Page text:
Update Feb 3, 2022: In the mid-Sixties,  Weinstock also licensed individual titles, notably Coltrane,  to other labels, such as the EMI/Stateside label in the UK. The few I have seen are remastered from copy tape, no original US metal.

Sale of Prestige to Fantasy Records

In 1971 the label and its catalogue was sold to Fantasy Records of San Francisco, who proceeded to embark on a major programme of re-issues (light green label), sadly, of lamentable audio quality. LJC verdict : avoid vinyl with “Berkley, Tenth and Parker”

Next: Guide to the Prestige Labels


6 thoughts on “Prestige Records Short History

    • Quite right Len, EMI/ Stateside did issue around a half dozen Prestige titles, perhaps a few more, in the mid 60s. Some Coltrane, Dolphy, Monk, Shirly Scott, and a Moodsville. It’s a quite small and selective inventory, on a label issuing mostly hundreds of American pop and soul LPs and singles. I have just one and it’s remastered by EMI Hayes, no sign of US metal. Looks like Weinstock just licensed a few titles on demand. Thanks for the supplementary.


  1. Hello from Heidelberg,

    I have three old original Piano Blues records (with jazzy undertones) in Mono on the Prestige/Bluesville Label, first US pressings from the early sixties, all mastered by Rudy Van Gelder, with the handwritten RVG in the runout grooves:
    – Memphis Slim – ‘All Kinds of Blues’ (1963)
    – Little Brother Montgomery – ‘Tasty Blues’ (1961)
    – Roosevelt Sykes – ‘The Return of’ (1960)

    In my ears, all three sound great. I don’t think that they were made from cheap recycled Vinyl…

    Greetings from Germany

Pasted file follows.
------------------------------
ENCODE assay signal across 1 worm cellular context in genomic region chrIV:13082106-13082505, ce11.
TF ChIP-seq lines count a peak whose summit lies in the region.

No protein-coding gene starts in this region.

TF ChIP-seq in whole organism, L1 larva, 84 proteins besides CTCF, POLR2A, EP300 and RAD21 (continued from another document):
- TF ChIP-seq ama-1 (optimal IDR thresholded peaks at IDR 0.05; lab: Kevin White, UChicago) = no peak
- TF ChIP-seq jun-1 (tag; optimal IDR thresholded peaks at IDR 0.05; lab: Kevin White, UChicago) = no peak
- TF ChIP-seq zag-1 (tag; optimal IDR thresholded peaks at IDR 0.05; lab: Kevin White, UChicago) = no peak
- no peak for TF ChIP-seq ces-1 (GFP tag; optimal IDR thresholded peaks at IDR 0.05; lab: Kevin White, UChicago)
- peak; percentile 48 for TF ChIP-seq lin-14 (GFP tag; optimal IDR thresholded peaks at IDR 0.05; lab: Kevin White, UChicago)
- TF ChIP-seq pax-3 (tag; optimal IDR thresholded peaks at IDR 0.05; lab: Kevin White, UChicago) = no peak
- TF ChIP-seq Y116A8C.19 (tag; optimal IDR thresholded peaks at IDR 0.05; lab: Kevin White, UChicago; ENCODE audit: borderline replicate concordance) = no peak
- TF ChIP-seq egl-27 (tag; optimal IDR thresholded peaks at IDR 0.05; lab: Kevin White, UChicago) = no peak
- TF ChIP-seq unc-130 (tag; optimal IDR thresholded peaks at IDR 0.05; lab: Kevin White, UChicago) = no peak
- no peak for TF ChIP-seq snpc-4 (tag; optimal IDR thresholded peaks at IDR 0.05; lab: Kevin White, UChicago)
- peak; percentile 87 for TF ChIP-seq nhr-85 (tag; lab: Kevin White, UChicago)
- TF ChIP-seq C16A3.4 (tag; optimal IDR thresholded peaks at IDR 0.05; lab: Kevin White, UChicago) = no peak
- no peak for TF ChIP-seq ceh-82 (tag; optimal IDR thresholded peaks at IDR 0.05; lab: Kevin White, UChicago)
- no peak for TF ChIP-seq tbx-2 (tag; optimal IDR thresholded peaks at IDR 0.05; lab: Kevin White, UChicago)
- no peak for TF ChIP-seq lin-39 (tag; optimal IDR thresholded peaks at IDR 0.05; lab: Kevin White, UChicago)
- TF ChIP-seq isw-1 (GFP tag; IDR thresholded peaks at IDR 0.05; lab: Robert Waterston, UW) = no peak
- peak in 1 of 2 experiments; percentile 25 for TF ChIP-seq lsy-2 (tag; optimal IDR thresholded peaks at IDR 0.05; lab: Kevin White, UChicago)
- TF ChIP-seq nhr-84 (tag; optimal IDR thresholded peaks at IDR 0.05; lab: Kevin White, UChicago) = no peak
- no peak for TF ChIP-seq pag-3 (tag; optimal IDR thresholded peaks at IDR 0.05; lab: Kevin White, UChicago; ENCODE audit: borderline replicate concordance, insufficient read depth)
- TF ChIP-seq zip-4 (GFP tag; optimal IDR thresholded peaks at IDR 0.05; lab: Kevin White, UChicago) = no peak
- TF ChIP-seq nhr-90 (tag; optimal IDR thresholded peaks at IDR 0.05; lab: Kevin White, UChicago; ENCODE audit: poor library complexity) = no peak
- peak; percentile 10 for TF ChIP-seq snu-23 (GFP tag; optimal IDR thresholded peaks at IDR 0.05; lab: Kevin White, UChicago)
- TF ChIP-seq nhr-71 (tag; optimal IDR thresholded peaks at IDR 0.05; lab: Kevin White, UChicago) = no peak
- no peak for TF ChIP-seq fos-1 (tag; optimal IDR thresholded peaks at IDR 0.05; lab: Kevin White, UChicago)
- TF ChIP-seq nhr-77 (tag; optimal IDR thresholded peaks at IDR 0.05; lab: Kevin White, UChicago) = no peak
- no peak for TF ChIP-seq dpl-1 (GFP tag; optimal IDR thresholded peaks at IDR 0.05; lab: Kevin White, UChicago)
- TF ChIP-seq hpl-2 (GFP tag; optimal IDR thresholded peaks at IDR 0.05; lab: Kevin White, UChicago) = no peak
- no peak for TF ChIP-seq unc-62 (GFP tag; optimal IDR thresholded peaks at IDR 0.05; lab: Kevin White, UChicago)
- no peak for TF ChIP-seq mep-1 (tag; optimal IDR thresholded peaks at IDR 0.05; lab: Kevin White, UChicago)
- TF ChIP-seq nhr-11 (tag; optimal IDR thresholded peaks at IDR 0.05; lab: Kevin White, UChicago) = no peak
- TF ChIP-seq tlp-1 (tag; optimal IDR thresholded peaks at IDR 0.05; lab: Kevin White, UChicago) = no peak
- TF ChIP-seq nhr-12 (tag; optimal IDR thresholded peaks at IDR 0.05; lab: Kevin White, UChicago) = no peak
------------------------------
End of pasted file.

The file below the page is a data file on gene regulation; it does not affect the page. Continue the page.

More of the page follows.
2. Thanks so much for the info. Now I am looking many of my records in a new way. Here is an interesting one. Red Garland with Curtis Fuller NJ8277. Front cover says New Jazz with black trident. Back cover says Status. Label though is the dark blue NJ with silver Trident. To right. Crazy Hugh.
    Also my Status album Curtis Fuller and Hamton Hawes with French horns. Feels like 180-200 gram vinyl. And sounds superb. I though it was a premium pressing not budget.


  3. I wouldn’t be so harsh on the Fantasy “Berkley, Tenth and Parker” OJC pressings. Those are cut using the original mastertapes and pressed better quality vinyl than what Prestige used in the 60’s. None of the OJC LP’s were cut from digital until the late 80’s-early 90’s. It was easier for them to cut from the analog tape, that’s what Fantasy’s cutting room was set up to do back then. The original Prestige LP’s were cut with compression and filtering at 10k and 60 cycles. Also a midrange boost at 5k. Look at the OJCs as a quality analog reissue.


    • Hi and welcome, Michael.. I have just two OJC editions, and I just returned from revisiting them to check my judgement. I know nothing about the engineers intentions, which I am sure was to produce as good a product as they could. My listening experience? Flabby bass, overall lack of dynamic range, missing any top-end presence, both around 100 gm vinyl, both among the least exciting pressings I have heard, neither comes within an inch of original Prestige. I am not an engineer, I know nothing about filters or technicalities. I try to be fair, I have nothing to gain from any opinion and I openly admit to being wrong sometimes, but I have to stand by my judgement that Fantasy OJC are, well, a poor audio product when compared with original Prestige pressings.